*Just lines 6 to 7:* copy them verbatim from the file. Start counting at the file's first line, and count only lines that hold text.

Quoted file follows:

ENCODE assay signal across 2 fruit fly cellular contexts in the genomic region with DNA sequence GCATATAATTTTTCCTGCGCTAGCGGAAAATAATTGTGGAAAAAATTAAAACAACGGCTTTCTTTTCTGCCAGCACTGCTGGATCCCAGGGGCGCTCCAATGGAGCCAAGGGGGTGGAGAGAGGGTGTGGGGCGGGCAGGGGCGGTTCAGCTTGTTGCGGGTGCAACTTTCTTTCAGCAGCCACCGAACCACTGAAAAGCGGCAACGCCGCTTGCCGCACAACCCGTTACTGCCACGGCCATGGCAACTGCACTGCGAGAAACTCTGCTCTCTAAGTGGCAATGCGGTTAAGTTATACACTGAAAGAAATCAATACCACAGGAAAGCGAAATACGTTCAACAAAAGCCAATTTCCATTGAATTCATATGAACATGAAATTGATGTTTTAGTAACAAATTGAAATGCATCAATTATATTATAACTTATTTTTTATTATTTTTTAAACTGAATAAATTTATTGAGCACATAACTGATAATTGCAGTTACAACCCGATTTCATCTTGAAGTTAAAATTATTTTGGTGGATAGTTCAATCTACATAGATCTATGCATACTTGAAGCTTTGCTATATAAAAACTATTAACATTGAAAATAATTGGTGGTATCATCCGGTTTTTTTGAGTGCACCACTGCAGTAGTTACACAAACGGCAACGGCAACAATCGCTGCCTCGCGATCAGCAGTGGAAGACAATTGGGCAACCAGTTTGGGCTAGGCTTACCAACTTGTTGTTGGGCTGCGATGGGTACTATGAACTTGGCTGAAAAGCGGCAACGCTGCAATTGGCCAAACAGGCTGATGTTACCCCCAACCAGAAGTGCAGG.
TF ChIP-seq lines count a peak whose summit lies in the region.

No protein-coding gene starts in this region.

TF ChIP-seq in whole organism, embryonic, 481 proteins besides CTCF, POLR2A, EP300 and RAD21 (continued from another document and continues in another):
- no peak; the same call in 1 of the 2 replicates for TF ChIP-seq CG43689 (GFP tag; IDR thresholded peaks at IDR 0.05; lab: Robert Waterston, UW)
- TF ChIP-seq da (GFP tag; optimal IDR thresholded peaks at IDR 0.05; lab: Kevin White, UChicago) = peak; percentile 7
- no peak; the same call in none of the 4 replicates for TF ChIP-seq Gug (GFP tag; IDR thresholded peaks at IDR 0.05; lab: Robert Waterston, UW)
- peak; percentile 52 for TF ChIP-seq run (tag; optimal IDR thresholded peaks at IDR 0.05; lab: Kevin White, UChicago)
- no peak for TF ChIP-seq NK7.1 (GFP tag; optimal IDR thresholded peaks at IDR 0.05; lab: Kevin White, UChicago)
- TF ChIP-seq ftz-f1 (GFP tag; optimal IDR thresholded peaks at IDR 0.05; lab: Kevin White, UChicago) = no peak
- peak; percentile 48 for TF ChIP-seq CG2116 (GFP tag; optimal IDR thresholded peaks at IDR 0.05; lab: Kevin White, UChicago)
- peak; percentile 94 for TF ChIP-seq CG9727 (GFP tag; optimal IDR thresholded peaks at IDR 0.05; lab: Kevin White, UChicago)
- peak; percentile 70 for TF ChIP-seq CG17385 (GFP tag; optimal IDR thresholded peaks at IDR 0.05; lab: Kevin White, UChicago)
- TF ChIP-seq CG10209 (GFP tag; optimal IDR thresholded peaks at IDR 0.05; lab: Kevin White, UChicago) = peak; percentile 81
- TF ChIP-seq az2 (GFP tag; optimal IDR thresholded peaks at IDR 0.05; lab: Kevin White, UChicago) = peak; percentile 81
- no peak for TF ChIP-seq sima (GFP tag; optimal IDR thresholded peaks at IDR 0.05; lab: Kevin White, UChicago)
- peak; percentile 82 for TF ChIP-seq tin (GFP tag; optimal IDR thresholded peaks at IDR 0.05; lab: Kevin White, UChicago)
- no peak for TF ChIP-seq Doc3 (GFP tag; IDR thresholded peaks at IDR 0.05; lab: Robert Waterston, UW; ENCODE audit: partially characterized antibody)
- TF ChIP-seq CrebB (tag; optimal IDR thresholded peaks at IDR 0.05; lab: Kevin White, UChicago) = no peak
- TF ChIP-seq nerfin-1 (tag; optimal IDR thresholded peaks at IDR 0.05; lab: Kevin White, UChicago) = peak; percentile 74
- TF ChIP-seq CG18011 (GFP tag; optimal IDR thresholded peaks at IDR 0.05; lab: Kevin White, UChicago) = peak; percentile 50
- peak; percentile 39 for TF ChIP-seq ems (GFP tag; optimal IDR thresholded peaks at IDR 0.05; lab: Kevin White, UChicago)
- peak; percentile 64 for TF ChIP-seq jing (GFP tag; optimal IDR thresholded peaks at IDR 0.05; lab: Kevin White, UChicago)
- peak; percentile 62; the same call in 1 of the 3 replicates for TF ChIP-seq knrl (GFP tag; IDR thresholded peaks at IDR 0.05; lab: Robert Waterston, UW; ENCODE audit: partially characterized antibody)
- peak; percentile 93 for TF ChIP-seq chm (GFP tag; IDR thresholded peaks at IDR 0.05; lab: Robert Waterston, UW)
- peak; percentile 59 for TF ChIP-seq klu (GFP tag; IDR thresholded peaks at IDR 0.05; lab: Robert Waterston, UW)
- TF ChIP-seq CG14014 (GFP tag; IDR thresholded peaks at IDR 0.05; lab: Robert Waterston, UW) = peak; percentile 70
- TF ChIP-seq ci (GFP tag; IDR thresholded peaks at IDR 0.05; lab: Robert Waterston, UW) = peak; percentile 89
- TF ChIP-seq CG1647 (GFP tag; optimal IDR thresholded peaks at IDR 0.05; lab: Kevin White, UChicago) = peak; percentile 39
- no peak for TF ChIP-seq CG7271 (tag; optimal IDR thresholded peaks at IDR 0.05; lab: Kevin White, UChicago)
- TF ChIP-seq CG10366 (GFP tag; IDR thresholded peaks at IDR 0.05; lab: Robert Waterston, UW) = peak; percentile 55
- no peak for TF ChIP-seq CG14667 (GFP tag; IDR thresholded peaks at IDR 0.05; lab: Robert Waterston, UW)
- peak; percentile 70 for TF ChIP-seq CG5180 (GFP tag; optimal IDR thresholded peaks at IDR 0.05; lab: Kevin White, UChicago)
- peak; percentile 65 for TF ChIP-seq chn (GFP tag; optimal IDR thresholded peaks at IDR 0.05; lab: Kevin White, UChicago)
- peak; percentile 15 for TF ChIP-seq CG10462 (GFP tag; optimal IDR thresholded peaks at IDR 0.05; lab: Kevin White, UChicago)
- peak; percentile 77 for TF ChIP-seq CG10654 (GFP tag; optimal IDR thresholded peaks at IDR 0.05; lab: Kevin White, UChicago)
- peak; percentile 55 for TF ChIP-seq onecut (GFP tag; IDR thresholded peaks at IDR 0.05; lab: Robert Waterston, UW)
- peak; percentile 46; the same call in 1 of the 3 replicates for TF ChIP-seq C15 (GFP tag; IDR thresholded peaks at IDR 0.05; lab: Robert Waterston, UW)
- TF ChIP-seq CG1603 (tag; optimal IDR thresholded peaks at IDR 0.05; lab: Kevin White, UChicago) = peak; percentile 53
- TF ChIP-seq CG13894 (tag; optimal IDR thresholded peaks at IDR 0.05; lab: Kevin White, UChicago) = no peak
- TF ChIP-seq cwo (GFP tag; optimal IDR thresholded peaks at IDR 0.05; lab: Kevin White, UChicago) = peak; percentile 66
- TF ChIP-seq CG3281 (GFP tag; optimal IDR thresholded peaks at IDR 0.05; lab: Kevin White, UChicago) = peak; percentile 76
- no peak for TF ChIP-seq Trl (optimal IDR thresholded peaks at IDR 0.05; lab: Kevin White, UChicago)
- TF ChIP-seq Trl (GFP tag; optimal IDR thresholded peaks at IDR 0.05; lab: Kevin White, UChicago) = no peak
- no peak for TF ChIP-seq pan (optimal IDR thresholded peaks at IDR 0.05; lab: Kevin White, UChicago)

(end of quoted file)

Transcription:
- TF ChIP-seq da (GFP tag; optimal IDR thresholded peaks at IDR 0.05; lab: Kevin White, UChicago) = peak; percentile 7
- no peak; the same call in none of the 4 replicates for TF ChIP-seq Gug (GFP tag; IDR thresholded peaks at IDR 0.05; lab: Robert Waterston, UW)